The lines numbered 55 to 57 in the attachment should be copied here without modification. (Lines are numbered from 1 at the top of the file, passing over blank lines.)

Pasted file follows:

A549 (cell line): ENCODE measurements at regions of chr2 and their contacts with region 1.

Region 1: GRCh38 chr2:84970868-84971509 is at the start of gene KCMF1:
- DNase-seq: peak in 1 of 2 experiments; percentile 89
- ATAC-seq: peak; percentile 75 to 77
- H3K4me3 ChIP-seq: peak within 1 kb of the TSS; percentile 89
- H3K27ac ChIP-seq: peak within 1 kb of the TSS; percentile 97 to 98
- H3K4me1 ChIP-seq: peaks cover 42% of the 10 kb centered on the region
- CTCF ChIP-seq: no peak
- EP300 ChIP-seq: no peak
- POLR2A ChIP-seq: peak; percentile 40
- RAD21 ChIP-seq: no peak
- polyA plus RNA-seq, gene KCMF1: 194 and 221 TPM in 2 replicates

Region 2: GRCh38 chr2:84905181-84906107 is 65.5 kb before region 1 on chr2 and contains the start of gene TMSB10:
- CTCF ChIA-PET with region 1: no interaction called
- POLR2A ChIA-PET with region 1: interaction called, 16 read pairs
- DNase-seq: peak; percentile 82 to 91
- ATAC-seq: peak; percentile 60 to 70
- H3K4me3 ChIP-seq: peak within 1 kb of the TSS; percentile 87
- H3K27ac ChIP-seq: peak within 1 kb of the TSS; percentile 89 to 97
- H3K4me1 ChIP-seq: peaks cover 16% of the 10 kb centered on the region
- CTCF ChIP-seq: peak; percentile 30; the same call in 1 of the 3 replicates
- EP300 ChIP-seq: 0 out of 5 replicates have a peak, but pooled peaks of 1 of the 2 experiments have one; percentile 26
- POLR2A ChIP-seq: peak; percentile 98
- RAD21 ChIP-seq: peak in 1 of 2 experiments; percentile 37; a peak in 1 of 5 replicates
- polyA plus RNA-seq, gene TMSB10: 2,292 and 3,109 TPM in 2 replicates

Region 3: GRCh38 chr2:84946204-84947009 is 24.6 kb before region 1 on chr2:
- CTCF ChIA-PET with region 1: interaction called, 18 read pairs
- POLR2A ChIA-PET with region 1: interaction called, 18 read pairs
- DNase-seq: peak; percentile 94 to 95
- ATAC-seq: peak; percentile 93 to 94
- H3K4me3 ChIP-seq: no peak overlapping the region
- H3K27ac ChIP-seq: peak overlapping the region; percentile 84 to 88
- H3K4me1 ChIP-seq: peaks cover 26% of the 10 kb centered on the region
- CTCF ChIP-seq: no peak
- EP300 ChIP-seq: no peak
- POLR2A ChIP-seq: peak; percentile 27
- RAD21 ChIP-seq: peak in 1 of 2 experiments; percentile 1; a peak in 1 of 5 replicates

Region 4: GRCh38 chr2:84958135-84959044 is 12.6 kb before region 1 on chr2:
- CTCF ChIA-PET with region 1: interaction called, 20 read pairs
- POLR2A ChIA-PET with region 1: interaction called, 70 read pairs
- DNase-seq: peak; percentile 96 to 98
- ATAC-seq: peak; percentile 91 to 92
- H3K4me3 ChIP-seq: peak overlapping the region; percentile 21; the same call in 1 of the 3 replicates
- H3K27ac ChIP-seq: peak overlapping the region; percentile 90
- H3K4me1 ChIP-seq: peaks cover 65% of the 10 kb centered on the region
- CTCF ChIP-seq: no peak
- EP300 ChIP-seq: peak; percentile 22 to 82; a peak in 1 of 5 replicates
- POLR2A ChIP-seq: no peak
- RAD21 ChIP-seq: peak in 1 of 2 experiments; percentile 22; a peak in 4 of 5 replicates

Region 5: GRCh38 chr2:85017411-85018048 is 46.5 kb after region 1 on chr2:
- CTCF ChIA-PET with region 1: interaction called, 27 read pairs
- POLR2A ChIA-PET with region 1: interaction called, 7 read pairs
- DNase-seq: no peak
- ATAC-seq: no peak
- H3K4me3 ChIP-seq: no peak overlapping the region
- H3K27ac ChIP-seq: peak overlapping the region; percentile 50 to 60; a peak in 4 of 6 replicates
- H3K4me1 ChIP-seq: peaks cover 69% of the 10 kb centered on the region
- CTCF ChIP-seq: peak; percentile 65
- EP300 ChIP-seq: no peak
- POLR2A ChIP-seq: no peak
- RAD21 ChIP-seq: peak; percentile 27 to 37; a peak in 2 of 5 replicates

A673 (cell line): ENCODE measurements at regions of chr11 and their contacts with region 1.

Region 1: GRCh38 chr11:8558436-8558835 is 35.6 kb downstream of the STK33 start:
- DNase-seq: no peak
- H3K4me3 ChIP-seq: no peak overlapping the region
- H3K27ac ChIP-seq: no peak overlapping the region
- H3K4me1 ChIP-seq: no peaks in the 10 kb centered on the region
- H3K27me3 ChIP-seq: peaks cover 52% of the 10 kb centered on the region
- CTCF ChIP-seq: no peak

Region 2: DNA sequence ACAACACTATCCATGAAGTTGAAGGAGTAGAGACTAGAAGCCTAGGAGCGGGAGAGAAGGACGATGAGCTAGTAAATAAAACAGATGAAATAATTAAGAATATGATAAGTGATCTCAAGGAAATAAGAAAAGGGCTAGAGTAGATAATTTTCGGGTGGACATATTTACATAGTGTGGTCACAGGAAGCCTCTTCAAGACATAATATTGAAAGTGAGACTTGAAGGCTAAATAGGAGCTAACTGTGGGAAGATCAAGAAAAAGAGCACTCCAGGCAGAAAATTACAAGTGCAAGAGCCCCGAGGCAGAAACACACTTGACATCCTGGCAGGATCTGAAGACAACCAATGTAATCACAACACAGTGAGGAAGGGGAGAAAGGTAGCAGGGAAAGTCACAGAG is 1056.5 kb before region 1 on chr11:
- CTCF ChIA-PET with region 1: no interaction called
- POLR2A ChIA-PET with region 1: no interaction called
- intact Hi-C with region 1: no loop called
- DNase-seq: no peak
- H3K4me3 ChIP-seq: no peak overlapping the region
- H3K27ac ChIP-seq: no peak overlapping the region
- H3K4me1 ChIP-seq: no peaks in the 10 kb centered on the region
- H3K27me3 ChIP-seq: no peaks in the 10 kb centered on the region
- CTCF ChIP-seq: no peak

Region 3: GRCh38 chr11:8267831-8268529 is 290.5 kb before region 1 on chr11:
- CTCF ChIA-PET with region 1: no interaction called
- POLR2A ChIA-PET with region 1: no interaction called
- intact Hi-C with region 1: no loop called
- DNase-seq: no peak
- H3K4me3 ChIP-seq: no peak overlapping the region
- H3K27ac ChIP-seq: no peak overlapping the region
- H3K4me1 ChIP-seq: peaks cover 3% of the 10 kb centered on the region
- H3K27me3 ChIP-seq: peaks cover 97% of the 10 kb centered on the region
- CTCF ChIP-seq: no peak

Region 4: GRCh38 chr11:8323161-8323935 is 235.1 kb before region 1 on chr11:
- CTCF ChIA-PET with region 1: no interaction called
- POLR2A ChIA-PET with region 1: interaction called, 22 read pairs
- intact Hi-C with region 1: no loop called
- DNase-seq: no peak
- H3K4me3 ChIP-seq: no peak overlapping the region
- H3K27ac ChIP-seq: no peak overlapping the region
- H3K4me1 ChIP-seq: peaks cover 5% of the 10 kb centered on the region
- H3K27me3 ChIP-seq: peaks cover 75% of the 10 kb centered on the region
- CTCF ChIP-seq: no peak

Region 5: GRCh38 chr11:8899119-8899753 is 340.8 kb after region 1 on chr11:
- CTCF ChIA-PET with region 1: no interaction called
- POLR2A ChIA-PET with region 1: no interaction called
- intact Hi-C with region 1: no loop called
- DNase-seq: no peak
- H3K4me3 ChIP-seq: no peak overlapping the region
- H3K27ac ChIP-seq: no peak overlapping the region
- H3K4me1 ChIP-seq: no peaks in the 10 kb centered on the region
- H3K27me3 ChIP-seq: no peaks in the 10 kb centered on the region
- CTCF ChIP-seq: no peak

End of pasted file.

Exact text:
- H3K4me3 ChIP-seq: no peak overlapping the region
- H3K27ac ChIP-seq: peak overlapping the region; percentile 50 to 60; a peak in 4 of 6 replicates
- H3K4me1 ChIP-seq: peaks cover 69% of the 10 kb centered on the region